A Monster Calls Review

By Ian Crow

2017 may not have got off to a great start to colleague and friend Ian Morton, but the year has got off to a promising and fantastic start in A Monster Calls. Based on the book of the same name, A Monster Calls centres around a young teen called Conor, who seeks the help of a tree monster to confide his deepest thoughts around the time his mum is battling with a terminal illness. Played by the young actor Lewis MacDougall, the upcoming British talent is the shining light and deserves huge plaudits for his stunning and powerful performance. His balance of emotions and delivery in the film is extremely notable, especially for an actor of his age and for how inexperienced he is on the big screen. What makes his portrayal of his character even more impressive is the subject matter of the character. Unfortunately, he knows this subject all too well as his mother died just shortly before the filming of A Monster Calls. Knowing this, it immediately makes his performance as Conor even more special and remarkable. Hopefully he can continue to channel this energy that he possesses into his future work, because I feel we may have a huge star on our hands.

Directed by J.A Bayona, the Spanish born filmmaker shocked and blew me away with his 2012 film The Impossible. The director empathized with the emotional aspect of those events that happened back in the 2004 tsunami. It’s clever by him to make it a drama, rather than an action epic. Again, he has done it was his new film A Monster Calls. He improves massively from his last film and continues his impressive work by dealing with distressing situations in the most perfect way. Everything about his direction in this movie is inventive, his fresh style of directing really injects that little something that brings the story of the film to life.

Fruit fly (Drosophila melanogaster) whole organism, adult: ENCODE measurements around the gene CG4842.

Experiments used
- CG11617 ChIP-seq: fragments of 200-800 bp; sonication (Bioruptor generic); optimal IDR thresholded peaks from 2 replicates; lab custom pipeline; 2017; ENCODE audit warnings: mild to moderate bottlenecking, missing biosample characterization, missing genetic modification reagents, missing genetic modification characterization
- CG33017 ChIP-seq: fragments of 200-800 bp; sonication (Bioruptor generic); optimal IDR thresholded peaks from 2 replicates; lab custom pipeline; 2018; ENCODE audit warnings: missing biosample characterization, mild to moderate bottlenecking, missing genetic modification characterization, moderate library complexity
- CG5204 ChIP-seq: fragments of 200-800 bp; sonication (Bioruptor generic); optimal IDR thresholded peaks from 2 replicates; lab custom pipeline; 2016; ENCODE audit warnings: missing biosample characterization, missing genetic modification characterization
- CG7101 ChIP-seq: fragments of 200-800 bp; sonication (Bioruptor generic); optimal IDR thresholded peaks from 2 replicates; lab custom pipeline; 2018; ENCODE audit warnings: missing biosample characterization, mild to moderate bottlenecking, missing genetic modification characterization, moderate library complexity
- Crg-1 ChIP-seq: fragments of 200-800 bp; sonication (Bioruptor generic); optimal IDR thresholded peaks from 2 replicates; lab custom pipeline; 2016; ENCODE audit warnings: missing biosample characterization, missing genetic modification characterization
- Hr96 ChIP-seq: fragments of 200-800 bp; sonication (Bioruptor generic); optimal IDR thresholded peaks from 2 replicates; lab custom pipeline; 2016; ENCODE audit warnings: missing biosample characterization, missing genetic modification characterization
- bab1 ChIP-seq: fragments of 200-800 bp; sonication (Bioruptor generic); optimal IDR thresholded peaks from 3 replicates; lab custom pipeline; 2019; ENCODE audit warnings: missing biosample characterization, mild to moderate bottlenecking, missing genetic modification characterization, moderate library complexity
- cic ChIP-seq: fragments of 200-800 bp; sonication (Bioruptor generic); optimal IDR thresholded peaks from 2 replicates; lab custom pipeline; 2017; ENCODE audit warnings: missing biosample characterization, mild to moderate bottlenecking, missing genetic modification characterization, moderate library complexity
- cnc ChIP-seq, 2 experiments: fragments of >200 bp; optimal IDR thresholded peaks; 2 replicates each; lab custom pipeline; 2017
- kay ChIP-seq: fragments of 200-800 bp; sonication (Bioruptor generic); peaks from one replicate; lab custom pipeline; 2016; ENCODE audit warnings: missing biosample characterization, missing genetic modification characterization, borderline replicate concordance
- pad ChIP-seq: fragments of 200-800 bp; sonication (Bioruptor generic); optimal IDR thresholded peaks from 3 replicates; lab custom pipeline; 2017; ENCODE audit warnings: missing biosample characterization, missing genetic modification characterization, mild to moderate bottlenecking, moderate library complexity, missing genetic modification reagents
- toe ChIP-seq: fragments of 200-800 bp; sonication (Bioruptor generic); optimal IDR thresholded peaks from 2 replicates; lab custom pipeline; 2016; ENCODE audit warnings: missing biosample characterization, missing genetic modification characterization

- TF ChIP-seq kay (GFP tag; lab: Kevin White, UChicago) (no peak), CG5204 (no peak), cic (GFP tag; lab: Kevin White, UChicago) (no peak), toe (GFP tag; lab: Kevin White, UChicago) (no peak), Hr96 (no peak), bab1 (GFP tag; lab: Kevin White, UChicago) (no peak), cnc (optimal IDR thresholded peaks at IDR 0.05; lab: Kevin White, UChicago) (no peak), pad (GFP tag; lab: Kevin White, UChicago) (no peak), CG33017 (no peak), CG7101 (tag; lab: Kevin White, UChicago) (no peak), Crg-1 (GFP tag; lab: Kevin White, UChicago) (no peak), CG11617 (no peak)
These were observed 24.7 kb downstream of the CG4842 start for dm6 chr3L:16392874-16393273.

Acting alongside MacDougall is the on-form lady Felicity Jones, and with her you have Sigourney Weaver, Toby Kebbell and the voice work from the brilliant Liam Neeson. Every single actor gives a touching performance and is perfect in their roles. Jones plays Conor’s terminally ill mother, as she gracefully gives us a touching and respectful enactment of a dying mum. Sigourney Weaver and Liam Neeson both give their best performances in a very long time. Even though Neeson’s is voice work, he really brings the monster to life. His iconic deep Irish voice adds that little extra to the monster that no other actor could do and that’s truly bringing the character alive on screen.

A Monster Calls really touched me, especially due to the fact that I lost my own Mother to a terminal illness when I was 14. I thought the film dealt with the situation incredibly well, it doesn’t hide away and try to make it happy in any way, it shows the true feeling of going through a turbulent time in a testing period during your teens. Pulling that off really hit the nail in the head and made me really appreciate and respect what the film was trying to say. Because of that, A Monster Calls is easily one of the best starts to a year that I can remember. Unique and visually remarkable, the film is flawless in its efforts and has already set the bar high for future films in 2017. 5 out of 5 stars.

 

Read our top 10 films of 2016 here!
Crow’s Top 10 Films of 2016
Top 10 films of the year – The Big Dudes perspective!

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2 thoughts on “A Monster Calls Review

  1. The review gives the film the juctice it deserves. It leaves you on a roller coaster of emotions that truly make a huge dent in your heart. After learning that the young actor lost his own mother just before the filming of the movie makes his performance even more impressive and for this he should be applauded. Great film!!

    Liked by 1 person

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